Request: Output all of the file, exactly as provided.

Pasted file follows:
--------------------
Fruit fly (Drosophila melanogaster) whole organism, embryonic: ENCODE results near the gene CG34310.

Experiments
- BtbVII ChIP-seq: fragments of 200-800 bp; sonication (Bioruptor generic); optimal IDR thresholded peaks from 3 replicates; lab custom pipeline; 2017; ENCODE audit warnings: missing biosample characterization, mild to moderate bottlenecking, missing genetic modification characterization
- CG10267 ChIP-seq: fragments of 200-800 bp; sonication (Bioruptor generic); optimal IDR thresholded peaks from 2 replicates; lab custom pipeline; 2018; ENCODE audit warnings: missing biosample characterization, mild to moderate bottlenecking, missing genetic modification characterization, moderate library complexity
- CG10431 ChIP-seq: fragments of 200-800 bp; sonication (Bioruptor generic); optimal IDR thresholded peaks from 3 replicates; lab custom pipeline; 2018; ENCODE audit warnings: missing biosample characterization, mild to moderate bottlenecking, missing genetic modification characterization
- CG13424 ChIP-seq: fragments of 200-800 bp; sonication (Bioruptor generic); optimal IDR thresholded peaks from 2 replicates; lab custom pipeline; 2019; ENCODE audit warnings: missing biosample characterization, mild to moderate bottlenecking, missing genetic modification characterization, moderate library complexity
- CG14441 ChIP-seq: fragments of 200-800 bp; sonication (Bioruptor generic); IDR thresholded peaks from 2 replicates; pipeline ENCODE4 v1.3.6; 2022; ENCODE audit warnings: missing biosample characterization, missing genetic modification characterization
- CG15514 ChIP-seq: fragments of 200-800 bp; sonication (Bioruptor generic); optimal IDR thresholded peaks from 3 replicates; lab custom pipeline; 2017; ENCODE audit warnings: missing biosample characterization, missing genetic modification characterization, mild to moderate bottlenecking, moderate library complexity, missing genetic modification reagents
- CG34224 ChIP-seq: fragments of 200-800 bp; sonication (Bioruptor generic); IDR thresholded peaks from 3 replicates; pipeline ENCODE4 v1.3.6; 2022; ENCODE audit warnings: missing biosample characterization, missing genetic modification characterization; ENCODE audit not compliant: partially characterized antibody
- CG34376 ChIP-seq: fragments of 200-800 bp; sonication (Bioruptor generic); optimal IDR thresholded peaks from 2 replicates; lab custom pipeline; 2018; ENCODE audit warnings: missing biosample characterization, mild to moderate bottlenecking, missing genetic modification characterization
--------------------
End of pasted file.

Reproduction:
Fruit fly (Drosophila melanogaster) whole organism, embryonic: ENCODE results near the gene CG34310.

Experiments
- BtbVII ChIP-seq: fragments of 200-800 bp; sonication (Bioruptor generic); optimal IDR thresholded peaks from 3 replicates; lab custom pipeline; 2017; ENCODE audit warnings: missing biosample characterization, mild to moderate bottlenecking, missing genetic modification characterization
- CG10267 ChIP-seq: fragments of 200-800 bp; sonication (Bioruptor generic); optimal IDR thresholded peaks from 2 replicates; lab custom pipeline; 2018; ENCODE audit warnings: missing biosample characterization, mild to moderate bottlenecking, missing genetic modification characterization, moderate library complexity
- CG10431 ChIP-seq: fragments of 200-800 bp; sonication (Bioruptor generic); optimal IDR thresholded peaks from 3 replicates; lab custom pipeline; 2018; ENCODE audit warnings: missing biosample characterization, mild to moderate bottlenecking, missing genetic modification characterization
- CG13424 ChIP-seq: fragments of 200-800 bp; sonication (Bioruptor generic); optimal IDR thresholded peaks from 2 replicates; lab custom pipeline; 2019; ENCODE audit warnings: missing biosample characterization, mild to moderate bottlenecking, missing genetic modification characterization, moderate library complexity
- CG14441 ChIP-seq: fragments of 200-800 bp; sonication (Bioruptor generic); IDR thresholded peaks from 2 replicates; pipeline ENCODE4 v1.3.6; 2022; ENCODE audit warnings: missing biosample characterization, missing genetic modification characterization
- CG15514 ChIP-seq: fragments of 200-800 bp; sonication (Bioruptor generic); optimal IDR thresholded peaks from 3 replicates; lab custom pipeline; 2017; ENCODE audit warnings: missing biosample characterization, missing genetic modification characterization, mild to moderate bottlenecking, moderate library complexity, missing genetic modification reagents
- CG34224 ChIP-seq: fragments of 200-800 bp; sonication (Bioruptor generic); IDR thresholded peaks from 3 replicates; pipeline ENCODE4 v1.3.6; 2022; ENCODE audit warnings: missing biosample characterization, missing genetic modification characterization; ENCODE audit not compliant: partially characterized antibody
- CG34376 ChIP-seq: fragments of 200-800 bp; sonication (Bioruptor generic); optimal IDR thresholded peaks from 2 replicates; lab custom pipeline; 2018; ENCODE audit warnings: missing biosample characterization, mild to moderate bottlenecking, missing genetic modification characterization